Book Talk

Keeping Books in Print, Meeting Phoebe Rose

December 28, 2013

I hSoulMoonThumbope we all have a safe place to live and good food to eat. We know this scenario is far from real even in affluent nations.

Phoebe Rose is the narrator of Soul Moon Soup. I am not sure how I first met her, who handed me the book or made the recommendation. However finding this remarkable story caused cellular changes.

Author Lindsay Lee Johnson has written in prose poetry a narrative of a young girl, at age 11, sleeping with her mother in doorways and shelters. Each chapter builds our understanding of what it is like for Phoebe living “in the hard poor middle of the city” and later adapting to life away from her mother. The section called Secrets of the Shelter is, for me, completely gripping, as Phoebe describes the lottery system when too many people arrive and there aren’t enough beds:

I felt guilty when we won.

Seeing the look on the eyes of other mamas

packing up their snot-nosed babies

and setting off seventeen blocks

to the next slap in the face.

I felt worse when we lost.


There’s good luck and bad luck,

the lottery lady said.

Everybody gets their share

of both.

That’s what makes it fair.


I said, If one person’s good luck

has to be another person’s bad luck,

it spoils things for everybody.

Luck, I decided, is nothing

to depend on.

Her words convey the lack of privacy, and the absence of the moments that mark most of our childhoods in a simple line: “I don’t remember ever seeing Momma cook.”

It’s the event at school though, where everyone knows she lives at the shelter that reveals her defenses. A locker partner tries to give her toiletries and we see Phoebe’s struggle and heartbreak, and her inability to receive. This part is for you to read. Only when she is sent to live in the country with her Gram does Phoebe learn, “When things come apart it’s your chance to rearrange the pieces.”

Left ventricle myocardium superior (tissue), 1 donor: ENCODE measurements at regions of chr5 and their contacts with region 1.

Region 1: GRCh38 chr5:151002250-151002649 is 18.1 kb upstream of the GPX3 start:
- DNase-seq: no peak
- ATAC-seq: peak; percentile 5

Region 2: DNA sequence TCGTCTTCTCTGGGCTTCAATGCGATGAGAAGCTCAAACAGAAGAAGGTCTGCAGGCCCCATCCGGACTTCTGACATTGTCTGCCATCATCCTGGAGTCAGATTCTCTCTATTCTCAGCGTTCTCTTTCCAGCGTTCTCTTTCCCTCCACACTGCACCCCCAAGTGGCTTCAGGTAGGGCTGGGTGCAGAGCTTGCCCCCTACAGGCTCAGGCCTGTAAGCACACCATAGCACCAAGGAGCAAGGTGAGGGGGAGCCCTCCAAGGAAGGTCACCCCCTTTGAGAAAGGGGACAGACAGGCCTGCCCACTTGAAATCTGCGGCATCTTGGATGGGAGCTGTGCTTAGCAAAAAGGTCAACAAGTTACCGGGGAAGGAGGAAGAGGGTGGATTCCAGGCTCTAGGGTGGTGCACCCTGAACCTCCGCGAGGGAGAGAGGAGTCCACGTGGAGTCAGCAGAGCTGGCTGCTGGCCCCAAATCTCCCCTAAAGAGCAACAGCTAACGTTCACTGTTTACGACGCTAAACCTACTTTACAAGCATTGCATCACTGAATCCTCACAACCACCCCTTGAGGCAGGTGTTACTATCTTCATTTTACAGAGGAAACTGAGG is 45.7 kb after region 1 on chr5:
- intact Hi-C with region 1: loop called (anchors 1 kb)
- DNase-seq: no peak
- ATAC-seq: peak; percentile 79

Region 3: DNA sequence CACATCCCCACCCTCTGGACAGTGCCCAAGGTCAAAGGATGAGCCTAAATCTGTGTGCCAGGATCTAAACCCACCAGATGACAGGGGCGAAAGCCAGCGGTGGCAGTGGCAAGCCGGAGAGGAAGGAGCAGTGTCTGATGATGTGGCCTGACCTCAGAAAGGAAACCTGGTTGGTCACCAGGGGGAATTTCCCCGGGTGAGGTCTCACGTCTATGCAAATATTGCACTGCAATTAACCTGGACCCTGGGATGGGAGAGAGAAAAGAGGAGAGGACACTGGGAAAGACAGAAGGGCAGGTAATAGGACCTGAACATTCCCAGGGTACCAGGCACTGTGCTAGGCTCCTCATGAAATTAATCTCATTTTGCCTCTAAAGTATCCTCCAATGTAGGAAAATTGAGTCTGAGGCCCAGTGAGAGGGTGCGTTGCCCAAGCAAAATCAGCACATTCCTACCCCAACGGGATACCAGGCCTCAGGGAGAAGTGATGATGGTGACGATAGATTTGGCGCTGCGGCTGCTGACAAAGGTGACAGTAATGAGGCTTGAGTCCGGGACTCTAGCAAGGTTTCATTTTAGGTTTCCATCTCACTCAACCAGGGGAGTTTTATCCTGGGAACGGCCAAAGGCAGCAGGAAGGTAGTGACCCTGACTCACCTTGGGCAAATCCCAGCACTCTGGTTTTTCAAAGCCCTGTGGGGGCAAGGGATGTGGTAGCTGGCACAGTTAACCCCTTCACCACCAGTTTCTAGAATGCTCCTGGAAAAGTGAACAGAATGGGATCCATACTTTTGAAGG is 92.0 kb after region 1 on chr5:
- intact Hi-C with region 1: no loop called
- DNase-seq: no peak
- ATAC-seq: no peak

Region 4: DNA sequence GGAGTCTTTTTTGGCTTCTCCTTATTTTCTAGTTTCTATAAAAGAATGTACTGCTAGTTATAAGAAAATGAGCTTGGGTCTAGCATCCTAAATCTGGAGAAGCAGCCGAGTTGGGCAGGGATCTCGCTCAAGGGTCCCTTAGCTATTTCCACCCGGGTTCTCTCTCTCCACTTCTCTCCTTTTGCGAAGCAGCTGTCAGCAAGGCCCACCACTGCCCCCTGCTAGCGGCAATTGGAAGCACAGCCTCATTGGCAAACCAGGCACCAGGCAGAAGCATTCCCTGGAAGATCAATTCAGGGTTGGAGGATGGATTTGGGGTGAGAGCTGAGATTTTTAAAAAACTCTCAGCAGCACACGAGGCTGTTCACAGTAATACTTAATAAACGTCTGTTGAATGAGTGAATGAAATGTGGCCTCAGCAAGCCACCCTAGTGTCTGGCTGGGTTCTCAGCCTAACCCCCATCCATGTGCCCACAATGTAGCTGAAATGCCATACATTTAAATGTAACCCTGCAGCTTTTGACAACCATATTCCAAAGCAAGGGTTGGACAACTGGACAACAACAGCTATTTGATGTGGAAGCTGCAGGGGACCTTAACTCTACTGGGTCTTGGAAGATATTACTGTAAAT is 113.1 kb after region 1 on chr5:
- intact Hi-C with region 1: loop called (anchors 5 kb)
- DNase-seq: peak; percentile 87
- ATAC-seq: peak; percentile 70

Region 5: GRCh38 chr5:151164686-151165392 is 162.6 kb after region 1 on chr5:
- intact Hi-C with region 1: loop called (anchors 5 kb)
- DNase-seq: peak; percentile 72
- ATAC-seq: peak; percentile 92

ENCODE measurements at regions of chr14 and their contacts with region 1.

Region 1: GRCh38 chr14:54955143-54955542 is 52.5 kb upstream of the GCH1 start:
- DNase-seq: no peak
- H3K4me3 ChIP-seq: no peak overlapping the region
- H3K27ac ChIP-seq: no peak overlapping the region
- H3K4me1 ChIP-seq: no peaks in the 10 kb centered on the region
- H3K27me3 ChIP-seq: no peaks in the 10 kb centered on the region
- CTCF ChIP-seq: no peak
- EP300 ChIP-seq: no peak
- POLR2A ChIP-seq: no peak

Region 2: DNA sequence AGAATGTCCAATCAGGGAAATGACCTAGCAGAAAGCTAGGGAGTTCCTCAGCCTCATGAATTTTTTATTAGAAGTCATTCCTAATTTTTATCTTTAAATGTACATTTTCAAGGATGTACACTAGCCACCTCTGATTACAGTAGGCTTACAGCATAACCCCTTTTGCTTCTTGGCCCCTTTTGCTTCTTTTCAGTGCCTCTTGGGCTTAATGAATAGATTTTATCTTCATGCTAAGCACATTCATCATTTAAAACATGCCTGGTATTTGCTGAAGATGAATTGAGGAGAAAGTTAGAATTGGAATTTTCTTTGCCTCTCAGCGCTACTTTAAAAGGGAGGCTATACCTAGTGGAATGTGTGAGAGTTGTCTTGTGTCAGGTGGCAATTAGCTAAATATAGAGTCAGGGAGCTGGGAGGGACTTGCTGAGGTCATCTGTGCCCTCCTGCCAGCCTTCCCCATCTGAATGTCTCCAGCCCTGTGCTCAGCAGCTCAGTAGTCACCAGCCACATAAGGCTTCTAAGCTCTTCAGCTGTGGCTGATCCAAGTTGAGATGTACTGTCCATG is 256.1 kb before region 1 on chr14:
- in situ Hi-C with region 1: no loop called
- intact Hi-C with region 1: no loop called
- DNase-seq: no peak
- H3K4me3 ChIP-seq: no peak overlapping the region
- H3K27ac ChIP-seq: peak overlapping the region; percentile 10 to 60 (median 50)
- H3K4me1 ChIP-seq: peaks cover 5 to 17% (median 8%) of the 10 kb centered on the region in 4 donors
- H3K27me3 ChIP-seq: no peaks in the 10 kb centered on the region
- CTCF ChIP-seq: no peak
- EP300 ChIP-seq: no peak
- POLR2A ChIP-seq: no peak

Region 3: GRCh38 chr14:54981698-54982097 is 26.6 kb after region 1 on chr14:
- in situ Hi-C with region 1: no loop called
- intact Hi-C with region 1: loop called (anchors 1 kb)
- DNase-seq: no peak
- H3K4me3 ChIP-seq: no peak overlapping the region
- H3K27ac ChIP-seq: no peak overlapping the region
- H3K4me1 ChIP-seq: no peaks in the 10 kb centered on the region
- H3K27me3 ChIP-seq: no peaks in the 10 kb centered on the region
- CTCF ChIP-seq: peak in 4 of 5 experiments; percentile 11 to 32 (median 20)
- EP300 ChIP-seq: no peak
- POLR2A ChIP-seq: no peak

I have been fortunate to present a workshop with Lindsay years ago in Minneapolis. She brought cookies with the image from her book cover. She touched us all with her stories of volunteering in shelters and coming to know Phoebes and their families.

When I was ordering several hundred for a school, I was shocked to know it was out of print. The publisher was more than willing to work with me. Fortunately, the reprint requirement for copies for me were less than with Toestomper and the Caterpillars (see Keeping Books in Print, 2000 Copies at a Time), and I have ordered these twice. Teachers like to get classroom sets. Parents like to read the book aloud with their children. Organizations want to have resources for people to deepen their understanding.

A limited supply remains. To bring Phoebe home, visit Soul Moon Soup and order at ABCD Books. Also, download a free copy of A Kid’s Guide to Hunger and Homelessness, part of my Service Learning for Kids series. You will find an excerpt from Soul Moon Soup in this workbook-style publication complimented by a variety of ways to inform and engage youth in action.

When you order Soul Moon Soup, email me and I am glad to send a copy of an interview with Lindsay Lee Johnson.

What other book would I save?

The Adventurous Chef—The Story of Alexis Soyer is a remarkable book about a chef in London circa 1830s (documented as the first celebrity chef) who fed the wealthy by day and saw people who were poor and hungry on the streets at night. He decided he would cook for them as well and organized the philanthropic women of London and opened soup kitchens. When the potato famine hit Ireland, he was asked to  open a sop kitchen in Dublin that would feed 5000 people a day. He agreed, and set up a soup kitchen to feed 9000 people a day plus built a giant pot on wheels to move soup through the streets of London to reach more people. His story of great giving continues. Also if you are a foodie, he did much toward redesigning kitchens. Be amazed!

Your comments and questions more than welcome by contacting me directly at

Cathryn Berger Kaye